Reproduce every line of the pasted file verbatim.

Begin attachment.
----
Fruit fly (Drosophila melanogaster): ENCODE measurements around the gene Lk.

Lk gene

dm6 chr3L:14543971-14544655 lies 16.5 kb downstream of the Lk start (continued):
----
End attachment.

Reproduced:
Fruit fly (Drosophila melanogaster): ENCODE measurements around the gene Lk.

Lk gene

dm6 chr3L:14543971-14544655 lies 16.5 kb downstream of the Lk start (continued):